The Platform


In 2020, Indonesia, along with 14 other Asia-Pacific countries, signed the Regional Comprehensive Economic Partnership (RCEP). With 2.2 billion people and 30% of the global GDP, the free trade agreement holds much promise. Lili Yan Ing, an Indonesian economist, suggests that RCEP will boost the region’s economic growth even without India as a member.

The goal of RCEP is to cut trade tariffs over the next 20 years. It is projected that RCEP will benefit Indonesia in terms of exports by 7.2%. Even within the next five years, it could increase exports by 11% and foreign investment by 22%.

In 2020, Indonesia, like much of the world, was hit by the pandemic, which caused the economy to contract. According to government statistics, in 2020, economic growth was -2.07%. However, in the third quarter of 2022, economic growth reached 5.72%. It is a positive trend for the economy.

Apart from RCEP, Jakarta is pushing mass vaccinations to jumpstart growth. The government sees that people’s movements can increase with vaccinations because group immunity has been formed. This will boost consumer spending, which has ancillary effects.

In addition, Indonesia has enacted various policies to boost foreign investment. In the past, many foreign companies faced licensing, land acquisition, and regulatory issues, which prevented them from operating in Indonesia. In 2019, there were 190 instances that hindered foreign investment in the country. Therefore, to reduce this problem, the government passed legislation to boost job growth and attract foreign investment. The government remains steadfast and believes that this approach will significantly impact Indonesians and the economy. The government raised its investment target in 2023 to $92 million, up from $79 million.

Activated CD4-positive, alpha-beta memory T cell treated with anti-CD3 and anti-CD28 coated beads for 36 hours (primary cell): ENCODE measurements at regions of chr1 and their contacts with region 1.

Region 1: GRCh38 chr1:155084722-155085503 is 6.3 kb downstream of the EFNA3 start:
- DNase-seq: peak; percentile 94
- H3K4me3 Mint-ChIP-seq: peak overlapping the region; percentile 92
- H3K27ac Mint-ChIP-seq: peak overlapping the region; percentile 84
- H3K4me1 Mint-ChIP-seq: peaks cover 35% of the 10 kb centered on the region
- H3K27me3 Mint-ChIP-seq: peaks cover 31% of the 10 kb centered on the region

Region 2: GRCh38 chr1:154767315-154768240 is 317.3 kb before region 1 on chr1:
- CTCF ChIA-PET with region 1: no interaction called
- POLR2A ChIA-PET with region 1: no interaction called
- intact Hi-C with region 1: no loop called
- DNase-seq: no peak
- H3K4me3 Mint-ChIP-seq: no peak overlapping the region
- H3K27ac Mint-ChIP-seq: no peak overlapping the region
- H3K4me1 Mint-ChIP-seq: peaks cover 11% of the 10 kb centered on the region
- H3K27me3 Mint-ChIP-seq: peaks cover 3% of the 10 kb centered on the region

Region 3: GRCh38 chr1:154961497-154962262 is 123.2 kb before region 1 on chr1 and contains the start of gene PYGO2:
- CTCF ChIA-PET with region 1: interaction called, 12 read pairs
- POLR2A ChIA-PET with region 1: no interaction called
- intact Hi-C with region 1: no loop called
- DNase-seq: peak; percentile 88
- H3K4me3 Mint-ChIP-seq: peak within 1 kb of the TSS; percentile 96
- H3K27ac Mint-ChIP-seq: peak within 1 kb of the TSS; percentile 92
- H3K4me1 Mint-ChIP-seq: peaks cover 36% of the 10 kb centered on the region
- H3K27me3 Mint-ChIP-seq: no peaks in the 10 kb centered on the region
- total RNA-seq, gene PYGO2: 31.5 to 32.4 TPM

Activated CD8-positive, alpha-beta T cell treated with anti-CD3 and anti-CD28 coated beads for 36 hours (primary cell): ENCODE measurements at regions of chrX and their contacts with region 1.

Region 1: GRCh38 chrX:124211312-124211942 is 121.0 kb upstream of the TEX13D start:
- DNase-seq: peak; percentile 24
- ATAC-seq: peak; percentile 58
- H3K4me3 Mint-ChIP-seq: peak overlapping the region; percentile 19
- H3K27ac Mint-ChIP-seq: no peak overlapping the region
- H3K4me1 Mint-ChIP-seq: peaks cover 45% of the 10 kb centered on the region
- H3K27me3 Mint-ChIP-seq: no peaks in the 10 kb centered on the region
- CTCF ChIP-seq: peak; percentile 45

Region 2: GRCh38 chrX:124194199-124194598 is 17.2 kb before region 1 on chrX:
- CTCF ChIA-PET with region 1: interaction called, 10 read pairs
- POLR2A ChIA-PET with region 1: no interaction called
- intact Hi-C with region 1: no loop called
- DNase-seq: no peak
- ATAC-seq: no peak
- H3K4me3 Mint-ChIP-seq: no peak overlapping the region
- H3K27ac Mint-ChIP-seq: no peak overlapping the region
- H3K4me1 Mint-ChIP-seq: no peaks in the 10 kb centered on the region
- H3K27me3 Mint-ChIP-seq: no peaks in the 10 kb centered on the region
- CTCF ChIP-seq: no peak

After ratifying RCEP, Indonesia reduced tariffs on certain goods. Frozen salmon, for example, had its import fees cut from 10% to 0%. Through RCEP, Indonesia can boost palm oil, mineral fuels, and steel exports. Indonesia predicts that trade with both Australia and China will see a net benefit. On a cumulative basis, for most of 2022, Indonesian exports grew by $244 billion, a growth of 30% compared to 2021.

And because of RCEP, Indonesia can integrate far faster into the global supply chain. Indonesia’s exports are predicted to grow by 7.2%. To achieve this goal of building a strong export economy, Indonesia is heavily investing in its steel, nickel, copper, and aluminum industries and strengthening the battery-based electric vehicle industry ecosystem.

Indonesia can also take advantage of the digital economy. This is in line with Indonesia’s stated goal at the G20 in November 2022. The opportunity is significant, considering Indonesia can capitalize on e-commerce and fintech. A report by the government predicts that the country’s digital economy could grow to $146 billion by 2025. Indonesia can take advantage of the post-pandemic economic recovery by building upon its creative class and attracting foreign talent to move there.

If Indonesia continues to embrace free trade and develop its digital economy, the country could see a bright economic future.

Gufron Gozali, an alumnus of the Islamic University of Indonesia, contributed to this article.

M Habib Pashya is a Master's student at Universitas Gadjah Mada majoring in International Relations. His academic research primarily focuses on Indonesia-China relations, Indonesia's foreign policy, and the U.S.-China-Taiwan relations.